The National Angora Club had stands at two craft festivals in July and August this year. Fibre-East took place at Redbourne School, Ampthill, Bedford on 27th July, after a very hot week. Thankfully the temperature dropped so it was safe to bring Cheyenne, the Smoke Angora.
Anne demonstrated spinning pure Angora on the wheel, whilst Lesley taught spindle spinning.
It must be understood that this is a completely natural process in the rabbit, whereby part of the food intake is re-ingested, and goes through the digestive channels for a second time. There are two types of droppings; hard, dry glossy, round pure waste ones, that are passed regularly throughout the day; and the small soft dark faeces (called caecotrophs) that are formed in clusters, and enclosed in a coating of gel mucus. These caecotrophs are taken direct from the anus and swallowed whole; consequently, wire floors do not interfere with this action. Re-ingestion occurs mostly at night, unobserved. Caecotrophy is a vital function in the rabbits complicated digestive system.
Deprivation of these caecotrophs will cause diminished health. The owner has reason to be slightly worried if groups of these are found on the hutch floor in the mornings. It can occur in an obese animal, or , for any reason that prevents the rabbit being able to sit up, and bend its head right down between the hind legs in order to reach the anus. There can be an excess of caecotrophs if the diet is too high in protein, carbohydrates and sugar; the remedy is to cut down on the over rich feed, and to introduce a high fibre diet with plenty of hay; a small amount of green food; a slice of apple daily; and a restricted measured amount of pellet / corn / mix.
Angora rabbits can get ill and one illness to be aware of is Encephalitozoon Cuniculi. It is common and 52% of healthy domestic rabbits have it. They are not sure currently if it is a fungi or protozoa. Spores are passed through urine and can affect the nervous system and kidneys. In a post mortem the kidneys have walled off appearances with white spots.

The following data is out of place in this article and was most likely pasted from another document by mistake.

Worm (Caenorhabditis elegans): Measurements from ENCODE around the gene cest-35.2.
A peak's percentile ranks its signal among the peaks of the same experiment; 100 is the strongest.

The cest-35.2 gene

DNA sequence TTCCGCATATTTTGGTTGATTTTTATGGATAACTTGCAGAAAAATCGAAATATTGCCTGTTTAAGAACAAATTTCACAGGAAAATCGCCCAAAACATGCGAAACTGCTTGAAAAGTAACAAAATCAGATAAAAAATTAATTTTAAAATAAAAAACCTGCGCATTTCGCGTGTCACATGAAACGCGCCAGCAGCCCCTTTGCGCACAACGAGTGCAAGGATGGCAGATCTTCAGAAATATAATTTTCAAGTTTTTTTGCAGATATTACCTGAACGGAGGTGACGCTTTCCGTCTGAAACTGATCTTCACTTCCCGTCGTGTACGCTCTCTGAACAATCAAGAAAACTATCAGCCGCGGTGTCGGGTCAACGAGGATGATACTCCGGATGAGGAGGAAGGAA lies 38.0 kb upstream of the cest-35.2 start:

The main symptoms include cataracts, head tilt, off food, lethargic, renal failure, seizures and blood in urine.
This problem is also a risk to immunocompromised humans.
If this is suspected them the environment will need disinfecting and the rabbit treated with an anti-inflamatory such as Meloxican and 28 days on Panacur.
Ensure you check your angora rabbits teeth regularly and a good time to do this is every time you clip them. Teeth troubles are very common and if left untreated can cause your angora discomfort and potentially more harmful complaints.
Key symptoms of teeth problems include drooling, weight loss, eating greens on one side of the mouth. Overgrown front teeth may indicate bad back teeth too. If the back teeth grow very quickly this can lead to significant discomfort for your Angora and needs to be addressed quickly.
Angora rabbits needs to eat hay or grass for the correct wear of molars so it is important to ensure a balanced diet and always provide access to hay. If they are not keen on hay try dust free hay or dried readigrass. It can be useful to provide them with other forms of fibre to gnaw on like apple branches if their teeth grow very quickly.
Rabbits need sunlight also to stop calcium leaching from bones as in just 2 weeks without natural light, up to 40% bone density can be lost, usually from jaws first, making them soft and liable to teeth problems.
The best way to identify a serious issue is with a CT scan as a normal oral exam will not see beneath the gum line.
Snuffles or respiratory problems may be secondary to dental issues but a white discharge or runny eye may be caused by teeth (often incisors) growing through the upper jaw to block tear duct drain.
This years woolfest was a great success and the National Angora Club was there with a whole range of natural Angora rabbit products from their members. A few images below of the stand and a thank you to Leslie and Sandra for all their work on the stand.
You will need to take extra care this summer with your Angora rabbits due to the continued good weather we are having in parts of the UK. High summer temperatures can cause severe dehydration, over heating and health problems for animals especially woolly ones.
Top 10 approaches to keeping your Angora rabbits cool in hot weather:
Clip them to remove the large long coats
Use frozen bottles of water or frozen pads so they can sit by them to cool down
Hang a wet towel in front of their cage or cover part of the hutch with a wet towel
Ensure they are in a shaded location or add additional shade netting to the area and if necessary move hutches into the shade area if possible
Ensure good ventilation and use additional fans to aid with moving air if possible
Put them in larger more open cages
Reduce the bedding down
Provide a cooler surface for them to lie on like wire
Provide more water bottles and you could put a ceramic bowl in as well
Refresh water bottles with cold water throughout the day